Maximo Park are a classic singles band.
The Newcastle outfit seem to craft indie dancefloor stompers at will, leaving a trail of vital seven inches behind them. New album 'The National Health' found the band re-energised, matching stripped back riffs to politicised, socially aware lyrics.
Currently on tour across the UK, Maximo Park are set to release the title cut of their recent album as a standalone single on December 3rd. Seizing the opportunity, we asked frontman Paul Smith to take control of this week's singles column. Here are his thoughts...
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Animal Collective - Applesauce
What is applesauce? I'm not sure but it sounds squelchy, slightly sexless and more than a little ripe. After a minute or so of your first taste it becomes more complex and sweet, like Van Dyke Parkes in a blender. I like bands with ideas and tunes and this song has so many that it gives me the sensation of being shrunken and sealed up inside a Cola-flavoured 'Fizz Wizz' packet of Popping Candy while someone shakes it about a bit.
Lana Del Rey - Ride
The budgets and running lengths are getting bigger for Lana Del Rey's videos but the results are getting more and more ludicrous. In the unintentionally funny 'short film', our second-favourite H & M clothes horse (after Vincent Gallo) sends out the message that prostitution can be glamourous after all, despite plenty of evidence to the contrary. The song clings firmly to the middle of the road, obligatory profanity aside, with our listless singer diverting most of her energies into her 'acting', extending the subjugation of women through female stereotypes, enthusiastically smoking and pouting.
Noisettes - I Want You Back
After beginning with a dustbowl slide-guitar Ry Cooder red herring, the controls are set firmly for the heart of the discotheque. This sounds like a robotic piece of mainstream chart pop where the respective back catalogues of Donna Summer and Girls Aloud have been fed into a gigantic 1950s computer that has regurgitated out a flimsy compact disc with this song on it. Amidst the simplistic rhymes, extra points go to any lyric that proudly proclaims, "I'm a trooper!".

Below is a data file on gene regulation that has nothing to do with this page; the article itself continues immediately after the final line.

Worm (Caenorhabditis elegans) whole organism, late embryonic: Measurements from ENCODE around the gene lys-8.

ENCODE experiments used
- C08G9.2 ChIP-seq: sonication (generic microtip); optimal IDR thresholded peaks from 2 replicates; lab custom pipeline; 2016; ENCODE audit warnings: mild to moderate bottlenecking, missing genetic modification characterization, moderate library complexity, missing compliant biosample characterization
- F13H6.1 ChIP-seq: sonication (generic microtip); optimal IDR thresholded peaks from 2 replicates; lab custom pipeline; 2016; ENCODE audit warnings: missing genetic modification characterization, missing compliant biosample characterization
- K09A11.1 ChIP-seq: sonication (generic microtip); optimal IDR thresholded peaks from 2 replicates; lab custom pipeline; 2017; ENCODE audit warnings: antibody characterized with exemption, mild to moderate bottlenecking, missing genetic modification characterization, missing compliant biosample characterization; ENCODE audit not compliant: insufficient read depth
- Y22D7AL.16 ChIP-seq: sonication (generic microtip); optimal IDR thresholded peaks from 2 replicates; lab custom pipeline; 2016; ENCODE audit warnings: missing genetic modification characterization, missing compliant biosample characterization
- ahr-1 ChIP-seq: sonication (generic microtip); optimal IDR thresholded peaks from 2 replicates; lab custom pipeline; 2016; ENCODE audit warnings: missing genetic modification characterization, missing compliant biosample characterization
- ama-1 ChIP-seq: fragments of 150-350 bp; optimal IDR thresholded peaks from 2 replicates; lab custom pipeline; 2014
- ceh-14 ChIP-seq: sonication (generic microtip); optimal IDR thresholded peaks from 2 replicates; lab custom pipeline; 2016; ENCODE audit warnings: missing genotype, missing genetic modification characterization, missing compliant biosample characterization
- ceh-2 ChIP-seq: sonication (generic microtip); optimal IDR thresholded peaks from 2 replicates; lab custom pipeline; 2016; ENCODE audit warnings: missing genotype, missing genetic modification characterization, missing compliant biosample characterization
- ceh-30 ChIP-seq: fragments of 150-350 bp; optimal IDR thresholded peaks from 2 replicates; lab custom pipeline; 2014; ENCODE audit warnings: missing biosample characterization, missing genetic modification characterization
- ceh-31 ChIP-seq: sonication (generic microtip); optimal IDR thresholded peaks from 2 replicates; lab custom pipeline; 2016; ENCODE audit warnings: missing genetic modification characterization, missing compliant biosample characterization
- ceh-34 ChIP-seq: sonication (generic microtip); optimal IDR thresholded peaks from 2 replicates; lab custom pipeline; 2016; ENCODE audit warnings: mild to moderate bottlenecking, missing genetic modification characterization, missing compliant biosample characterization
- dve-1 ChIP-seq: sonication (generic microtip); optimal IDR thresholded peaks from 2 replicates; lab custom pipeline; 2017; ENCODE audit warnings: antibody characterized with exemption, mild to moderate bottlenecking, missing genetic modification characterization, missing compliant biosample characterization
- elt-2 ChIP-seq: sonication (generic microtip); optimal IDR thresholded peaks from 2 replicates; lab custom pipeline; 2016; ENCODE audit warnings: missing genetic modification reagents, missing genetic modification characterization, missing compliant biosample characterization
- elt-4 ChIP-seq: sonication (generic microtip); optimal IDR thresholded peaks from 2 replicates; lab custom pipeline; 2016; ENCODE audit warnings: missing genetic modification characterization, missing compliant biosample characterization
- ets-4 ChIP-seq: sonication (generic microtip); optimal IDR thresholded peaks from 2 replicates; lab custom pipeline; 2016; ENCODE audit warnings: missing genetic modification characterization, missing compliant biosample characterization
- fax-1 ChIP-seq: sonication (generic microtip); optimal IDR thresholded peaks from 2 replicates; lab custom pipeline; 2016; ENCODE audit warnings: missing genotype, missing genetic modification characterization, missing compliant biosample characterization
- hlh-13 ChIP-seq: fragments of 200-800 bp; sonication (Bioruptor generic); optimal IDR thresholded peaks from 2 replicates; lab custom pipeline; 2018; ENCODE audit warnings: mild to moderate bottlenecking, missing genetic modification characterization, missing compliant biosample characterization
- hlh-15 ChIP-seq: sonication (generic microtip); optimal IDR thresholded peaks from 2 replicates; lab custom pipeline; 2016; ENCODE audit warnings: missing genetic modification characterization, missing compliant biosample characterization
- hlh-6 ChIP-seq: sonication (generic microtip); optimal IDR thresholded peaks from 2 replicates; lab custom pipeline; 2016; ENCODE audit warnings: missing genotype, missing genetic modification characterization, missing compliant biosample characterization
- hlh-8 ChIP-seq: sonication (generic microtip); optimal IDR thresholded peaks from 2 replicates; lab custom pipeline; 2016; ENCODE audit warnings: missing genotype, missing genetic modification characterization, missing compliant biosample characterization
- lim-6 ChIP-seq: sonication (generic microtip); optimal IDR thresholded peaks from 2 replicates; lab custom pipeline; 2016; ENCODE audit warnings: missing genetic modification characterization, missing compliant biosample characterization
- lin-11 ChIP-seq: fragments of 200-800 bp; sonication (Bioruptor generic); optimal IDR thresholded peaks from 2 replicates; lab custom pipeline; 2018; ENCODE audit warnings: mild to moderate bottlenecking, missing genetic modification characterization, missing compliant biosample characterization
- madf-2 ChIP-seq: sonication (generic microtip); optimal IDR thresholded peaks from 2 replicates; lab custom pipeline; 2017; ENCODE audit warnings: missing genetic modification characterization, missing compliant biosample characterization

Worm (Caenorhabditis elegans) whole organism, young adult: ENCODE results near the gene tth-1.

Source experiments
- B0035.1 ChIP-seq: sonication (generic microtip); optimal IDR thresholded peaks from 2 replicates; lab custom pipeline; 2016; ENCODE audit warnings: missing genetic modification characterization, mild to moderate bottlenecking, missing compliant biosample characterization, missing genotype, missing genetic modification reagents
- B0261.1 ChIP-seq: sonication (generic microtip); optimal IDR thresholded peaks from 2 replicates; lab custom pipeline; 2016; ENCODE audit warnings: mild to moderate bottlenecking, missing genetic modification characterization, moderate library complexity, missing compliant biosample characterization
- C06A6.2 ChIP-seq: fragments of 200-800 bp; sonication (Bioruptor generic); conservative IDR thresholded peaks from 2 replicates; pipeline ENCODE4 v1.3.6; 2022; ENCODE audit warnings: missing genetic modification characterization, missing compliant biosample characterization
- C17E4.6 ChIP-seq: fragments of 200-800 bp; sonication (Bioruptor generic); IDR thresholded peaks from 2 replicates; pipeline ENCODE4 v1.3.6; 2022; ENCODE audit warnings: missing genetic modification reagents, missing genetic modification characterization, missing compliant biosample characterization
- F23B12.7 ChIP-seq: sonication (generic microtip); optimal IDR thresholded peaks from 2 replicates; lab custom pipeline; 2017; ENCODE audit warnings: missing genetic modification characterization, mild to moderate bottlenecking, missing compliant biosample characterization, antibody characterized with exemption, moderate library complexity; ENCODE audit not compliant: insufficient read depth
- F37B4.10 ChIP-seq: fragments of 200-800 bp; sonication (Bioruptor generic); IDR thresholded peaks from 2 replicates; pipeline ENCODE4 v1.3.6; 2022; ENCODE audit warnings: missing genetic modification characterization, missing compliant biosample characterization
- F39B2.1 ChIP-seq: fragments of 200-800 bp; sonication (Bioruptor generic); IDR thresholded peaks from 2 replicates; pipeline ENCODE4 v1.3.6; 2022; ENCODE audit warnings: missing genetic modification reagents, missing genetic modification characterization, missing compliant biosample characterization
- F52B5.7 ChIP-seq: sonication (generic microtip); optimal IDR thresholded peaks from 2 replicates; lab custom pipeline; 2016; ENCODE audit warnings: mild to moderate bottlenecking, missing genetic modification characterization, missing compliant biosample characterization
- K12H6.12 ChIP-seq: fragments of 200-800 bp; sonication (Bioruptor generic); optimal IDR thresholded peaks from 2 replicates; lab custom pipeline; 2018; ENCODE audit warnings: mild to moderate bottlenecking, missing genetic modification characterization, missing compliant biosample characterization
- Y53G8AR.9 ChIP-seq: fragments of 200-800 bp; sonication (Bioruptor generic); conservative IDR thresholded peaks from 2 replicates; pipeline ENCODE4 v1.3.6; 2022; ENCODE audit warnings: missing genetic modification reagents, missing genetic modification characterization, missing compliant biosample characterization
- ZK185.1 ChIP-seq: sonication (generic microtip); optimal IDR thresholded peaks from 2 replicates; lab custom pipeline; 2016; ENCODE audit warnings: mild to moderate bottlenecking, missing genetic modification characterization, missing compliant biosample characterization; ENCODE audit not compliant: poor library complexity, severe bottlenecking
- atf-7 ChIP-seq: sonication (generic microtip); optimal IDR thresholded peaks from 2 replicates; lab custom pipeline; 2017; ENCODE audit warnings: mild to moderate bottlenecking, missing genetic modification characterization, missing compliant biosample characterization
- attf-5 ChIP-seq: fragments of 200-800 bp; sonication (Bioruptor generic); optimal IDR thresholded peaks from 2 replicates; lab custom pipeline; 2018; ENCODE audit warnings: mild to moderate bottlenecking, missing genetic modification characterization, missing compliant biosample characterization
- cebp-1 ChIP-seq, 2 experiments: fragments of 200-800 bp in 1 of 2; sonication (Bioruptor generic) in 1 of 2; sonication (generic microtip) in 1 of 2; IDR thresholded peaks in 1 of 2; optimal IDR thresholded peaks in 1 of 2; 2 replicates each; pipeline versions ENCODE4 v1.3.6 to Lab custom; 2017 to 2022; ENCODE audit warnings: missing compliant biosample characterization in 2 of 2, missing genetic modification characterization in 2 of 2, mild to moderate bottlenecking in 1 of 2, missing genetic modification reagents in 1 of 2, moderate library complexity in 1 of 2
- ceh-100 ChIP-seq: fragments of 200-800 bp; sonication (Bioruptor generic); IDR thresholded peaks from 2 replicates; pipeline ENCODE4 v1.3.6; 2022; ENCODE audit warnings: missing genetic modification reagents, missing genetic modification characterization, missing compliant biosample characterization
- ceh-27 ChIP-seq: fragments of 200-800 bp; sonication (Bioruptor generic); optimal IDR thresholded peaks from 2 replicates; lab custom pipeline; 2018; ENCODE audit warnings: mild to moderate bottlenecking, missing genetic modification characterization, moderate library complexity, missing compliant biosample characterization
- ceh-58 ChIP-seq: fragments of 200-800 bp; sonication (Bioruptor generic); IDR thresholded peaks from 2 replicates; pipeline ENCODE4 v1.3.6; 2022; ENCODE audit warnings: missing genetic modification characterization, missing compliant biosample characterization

Soundgarden - Been Away Too Long
This shouldn't work, but it does. Soundgarden prove that a simple, no-brainer riff goes a long way, even managing to distract the listener from Chris Cornell's skinned cat on a hot tin roof vocals (and his dodgy solo output). I also like the self-referential lyrics that suggest the band have a sense of humour about their prolonged absence, despite the somewhat contradictory efficiency of the song's execution. The line "I only ever really wanted a break" leaves the listener with an image of the long-haired grungers having a cuppa and a Kit Kat, only for fifteen years instead of twenty minutes.
Theme Park - Two Hours
It appears that pop has entered a post-M83 musical landscape where young hopefuls have developed a nostalgia for a late-1980s that they never experienced themselves, with movies like Drive acting as the cinematic equivalent of this stylistic endgame. Of course, this has been happening for the last few years and is typical of fashionable cultural cycles, but it sounds so thoroughly embedded now, especially in this sugary, irony-free single. Sonically, we are in a teenage bedroom where The Lost Boys soundtrack is constantly playing and baggy, lurid shirts are actually good again (which means my tweenage wardrobe could be worn in east London and no-one would bat an eyelid - hurrah, lucky me!).
The Killers - I Want You Back (Here With Me)
Here, The Killers seem to playing a game where they fish a band's name out of a little sack and then they have to mimic the aforementioned act. However, when they pick out Bruce Springsteen's name, the band end up sounding like none other than Bon Jovi in soft-rock, lighters-aloft mode with added 'modern' bleeps and an over-saturation of weepy strings. I admire the vaulting rock star ambition of The Killers, but this misfiring song is a big, vacant haunted-house of industrial-scale emptiness.
The Weeknd - Wicked Games
I like this song because it's similar to the ones you make up with your mates when you put in loads of pointless swearing and make ridiculous post-R Kelly statements in a falsetto voice. The soft rock guitars and Phil Collins-style reverby drums are a bit pongy, but I don't mind the gloomy, fuzz-bass-driven R n' B tune on offer. On the other hand, I do object to the video using a naked female model in a trenchcoat to sell a song, which feels rather cheap in this day and age. Oh, and what happened to the 'e' in the artist's name? It'll keep me up at night, possibly.